What is the first thing that comes to your mind when you think of soy? Probably one of the many forms in which it is consumed: tofu, soymilk, tempeh, edamame, and so on. Soy-based foods are popular, and not without reason: soy has multiple health benefits for both men and women.

Soy is a great source of high-quality protein, and soyfoods are generally low in saturated fat. Soybeans also contain fiber, calcium, iron, omega-3 fat, and other essential vitamins and minerals. Additionally, according to a meta-analysis published in the International Journal of Sports Nutrition and Exercise Metabolism, supplementing your resistance exercise training with soy protein can lead to increases in muscle mass and strength to the same extent as supplementation with animal protein.

There is a growing body of research to support the many health benefits of soy. However, some men still have reservations about consuming it. Those reservations might be based on two misconceptions that I want to address.

Soy Does Not Raise Estrogen or Lower Testosterone Levels in Men

Misconceptions concerning soyfoods stem from the fact that soy is a uniquely rich source of isoflavones, which are naturally occurring plant chemicals classified as phytoestrogens. Phytoestrogens are plant components found in several different types of food but the amounts in soy are much greater than other foods. However, despite being classified as plant estrogens, soybean isoflavones differ at both the molecular and clinical levels from the human hormone estrogen.

The origin of the concern about hormone disruption has a lot to do with two case reports each describing individual men who experience hormonal disturbances that allegedly occurred as a result of consuming soy foods. But – and this is important to note – each of the men described in these reports consumed extremely high amounts of soy foods, about nine times the amount of isoflavones typically consumed by older men in Japan, a country for which soy is a traditional component of the diet.

Too much of any food may lead to health problems. Furthermore, the soy intake of these two men occurred in the context of nutrient-deficient diets since most of their calories were derived from one food.

In contrast to these two case reports, extensive clinical data show that neither soy foods nor isoflavones affect testosterone and estrogen levels in men. This is true even when intake greatly exceeds typical Japanese intake.

Each serving of a minimally processed soy food (1 cup soymilk or ½ tofu or edamame) provides about 25 mg of isoflavones or 3.5 mg isoflavones per gram of protein. Generally, more refined soy products such as isolated soy protein have much lower isoflavone concentrations.

Soy Does Not Increase the Risk for Developing Prostate Cancer

This question is also rooted in the isoflavones/estrogen confusion. However, the very opposite might be true: research indicates soy may reduce the risk of prostate cancer in men. This is important information since prostate cancer is the second most commonly occurring cancer in men worldwide.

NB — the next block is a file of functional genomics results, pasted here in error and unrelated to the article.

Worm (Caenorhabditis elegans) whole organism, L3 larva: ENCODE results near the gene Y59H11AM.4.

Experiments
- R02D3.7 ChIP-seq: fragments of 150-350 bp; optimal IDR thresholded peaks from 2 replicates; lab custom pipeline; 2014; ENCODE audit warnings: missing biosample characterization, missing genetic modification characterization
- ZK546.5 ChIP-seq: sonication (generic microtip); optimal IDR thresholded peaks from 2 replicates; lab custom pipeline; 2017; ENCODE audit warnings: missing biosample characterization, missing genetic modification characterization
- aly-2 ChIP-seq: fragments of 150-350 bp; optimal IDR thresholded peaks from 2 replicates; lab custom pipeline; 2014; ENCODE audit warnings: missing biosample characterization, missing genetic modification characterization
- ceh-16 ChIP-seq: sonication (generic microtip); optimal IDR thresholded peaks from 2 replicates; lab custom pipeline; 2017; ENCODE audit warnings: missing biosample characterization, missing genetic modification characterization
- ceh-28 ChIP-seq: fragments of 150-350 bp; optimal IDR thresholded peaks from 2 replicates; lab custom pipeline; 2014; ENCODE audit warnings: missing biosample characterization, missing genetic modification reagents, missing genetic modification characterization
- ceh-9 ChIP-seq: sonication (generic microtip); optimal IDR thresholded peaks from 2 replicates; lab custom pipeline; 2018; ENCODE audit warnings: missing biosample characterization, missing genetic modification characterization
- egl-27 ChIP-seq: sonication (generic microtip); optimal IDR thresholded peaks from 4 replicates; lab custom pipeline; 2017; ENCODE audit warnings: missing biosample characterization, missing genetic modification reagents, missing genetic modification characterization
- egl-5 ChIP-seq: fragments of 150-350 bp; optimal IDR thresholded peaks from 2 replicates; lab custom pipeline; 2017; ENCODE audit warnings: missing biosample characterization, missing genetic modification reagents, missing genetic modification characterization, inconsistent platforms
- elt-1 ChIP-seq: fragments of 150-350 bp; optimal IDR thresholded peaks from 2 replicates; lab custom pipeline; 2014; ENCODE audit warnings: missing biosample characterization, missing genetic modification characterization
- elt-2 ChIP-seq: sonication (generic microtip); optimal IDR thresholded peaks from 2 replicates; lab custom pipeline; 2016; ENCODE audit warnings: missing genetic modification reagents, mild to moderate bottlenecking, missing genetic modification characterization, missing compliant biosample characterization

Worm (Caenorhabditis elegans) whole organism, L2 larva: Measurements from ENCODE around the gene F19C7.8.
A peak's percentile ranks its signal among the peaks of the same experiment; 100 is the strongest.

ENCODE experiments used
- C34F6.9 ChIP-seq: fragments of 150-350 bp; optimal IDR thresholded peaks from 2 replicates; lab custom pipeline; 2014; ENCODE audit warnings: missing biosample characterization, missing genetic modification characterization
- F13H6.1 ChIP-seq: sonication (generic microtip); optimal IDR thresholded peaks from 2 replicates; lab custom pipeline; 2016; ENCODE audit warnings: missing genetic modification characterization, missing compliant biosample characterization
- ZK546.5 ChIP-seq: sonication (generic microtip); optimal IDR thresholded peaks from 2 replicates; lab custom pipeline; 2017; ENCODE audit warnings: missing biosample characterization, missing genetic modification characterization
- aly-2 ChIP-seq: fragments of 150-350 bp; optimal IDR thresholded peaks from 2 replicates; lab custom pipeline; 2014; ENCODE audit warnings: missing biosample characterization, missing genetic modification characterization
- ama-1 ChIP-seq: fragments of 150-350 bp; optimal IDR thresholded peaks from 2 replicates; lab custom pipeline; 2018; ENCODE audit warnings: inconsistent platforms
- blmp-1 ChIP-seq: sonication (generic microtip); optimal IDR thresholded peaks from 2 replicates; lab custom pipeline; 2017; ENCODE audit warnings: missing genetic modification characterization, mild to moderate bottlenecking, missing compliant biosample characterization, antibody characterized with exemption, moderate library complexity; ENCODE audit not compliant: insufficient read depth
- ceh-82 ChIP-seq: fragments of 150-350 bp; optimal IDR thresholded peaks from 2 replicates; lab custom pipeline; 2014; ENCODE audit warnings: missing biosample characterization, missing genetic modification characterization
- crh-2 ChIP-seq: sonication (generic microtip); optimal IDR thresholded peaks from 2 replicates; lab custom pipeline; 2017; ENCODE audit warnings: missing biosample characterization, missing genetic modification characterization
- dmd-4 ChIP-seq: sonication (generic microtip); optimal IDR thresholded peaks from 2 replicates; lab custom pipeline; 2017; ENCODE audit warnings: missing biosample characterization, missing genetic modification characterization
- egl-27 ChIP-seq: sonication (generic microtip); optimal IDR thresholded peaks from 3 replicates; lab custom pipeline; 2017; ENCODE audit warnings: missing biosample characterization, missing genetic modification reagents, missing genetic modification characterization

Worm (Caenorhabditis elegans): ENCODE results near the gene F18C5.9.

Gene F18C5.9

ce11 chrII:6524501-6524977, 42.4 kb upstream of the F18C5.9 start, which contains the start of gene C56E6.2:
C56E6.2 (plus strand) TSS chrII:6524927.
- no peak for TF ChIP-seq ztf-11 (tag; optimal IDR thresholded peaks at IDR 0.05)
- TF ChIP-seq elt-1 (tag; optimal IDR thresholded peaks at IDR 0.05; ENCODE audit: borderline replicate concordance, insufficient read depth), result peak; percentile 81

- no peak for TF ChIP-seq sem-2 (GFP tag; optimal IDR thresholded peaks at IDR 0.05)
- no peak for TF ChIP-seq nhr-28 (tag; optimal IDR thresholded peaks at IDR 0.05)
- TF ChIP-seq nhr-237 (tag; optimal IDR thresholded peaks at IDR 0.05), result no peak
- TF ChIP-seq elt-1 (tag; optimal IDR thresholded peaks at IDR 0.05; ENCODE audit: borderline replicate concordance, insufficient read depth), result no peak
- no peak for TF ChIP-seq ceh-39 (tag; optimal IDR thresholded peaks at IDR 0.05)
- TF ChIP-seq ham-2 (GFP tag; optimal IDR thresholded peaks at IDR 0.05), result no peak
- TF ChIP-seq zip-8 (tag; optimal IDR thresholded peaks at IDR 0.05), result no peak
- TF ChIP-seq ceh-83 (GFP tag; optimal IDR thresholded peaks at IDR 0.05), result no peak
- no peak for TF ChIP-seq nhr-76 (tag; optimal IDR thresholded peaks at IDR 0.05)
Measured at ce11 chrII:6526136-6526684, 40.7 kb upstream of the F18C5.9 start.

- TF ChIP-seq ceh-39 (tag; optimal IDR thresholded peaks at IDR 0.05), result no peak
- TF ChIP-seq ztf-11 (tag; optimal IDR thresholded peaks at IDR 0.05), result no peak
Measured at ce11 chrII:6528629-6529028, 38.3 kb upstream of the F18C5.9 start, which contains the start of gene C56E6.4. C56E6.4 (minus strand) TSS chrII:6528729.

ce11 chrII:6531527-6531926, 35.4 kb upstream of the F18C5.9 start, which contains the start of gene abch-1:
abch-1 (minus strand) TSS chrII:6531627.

In a recent review of 30 observational studies, high soy consumption was linked to a significantly lower risk of developing the disease. Interest in the role that soy may play in reducing the risk of developing prostate cancer dates back three decades. In part, the initial focus on prostate cancer can be attributed to the historically lower prostate cancer mortality rates in Asian, soy food-consuming countries.

For example, per every 100,000 men in Japan, Korea, and China, prostate cancer incidence rates are 26.6, 22.4, and 12.0 respectively. By contrast, in the U.S., prostate cancer rates for blacks and non-Hispanic whites are 178.8 and 112.3 respectively.

Make Soy Part of Your Healthy Diet

Soy foods can play an important role in the diets of men by providing high-quality protein and healthy fat. Soy protein also supports normal blood cholesterol levels and is a good choice of high-quality, plant-based protein for those wanting to increase muscle mass.

The research overall indicates that soyfoods can be safely incorporated into the diets of essentially all healthy individuals except for those allergic to soy protein, which is relatively uncommon. The key is to incorporate soy as part of your nutrient-dense overall healthful diet.

Mark Messina

Mark MessinaPhD – Nutrition Matters Inc.

Dr. Messina is the co-owner of Nutrition Matters Inc., a nutrition consulting company, an adjunct associate professor at Loma Linda University in California, and the Executive Director of the Soy Nutrition Institute. For the past 30 years, Dr. Messina has devoted his time to the study of the health effects of soyfoods and soybean isoflavones. He writes extensively on these subjects, having published more than 100 articles and book chapters for health professionals. Dr. Messina is the chairperson of the editorial advisory board and writes a regular column for The Soy Connection, a quarterly newsletter that reaches over 250,000 health professionals. Dr. Messina has organized 10 international conferences on soyfoods and has given over 650 presentations to health professionals and has presented in 54 countries. He is also the co-author of three books along with his wife, Virginia Messina, MPH, RD, two on vegetarian diets and one on soyfoods.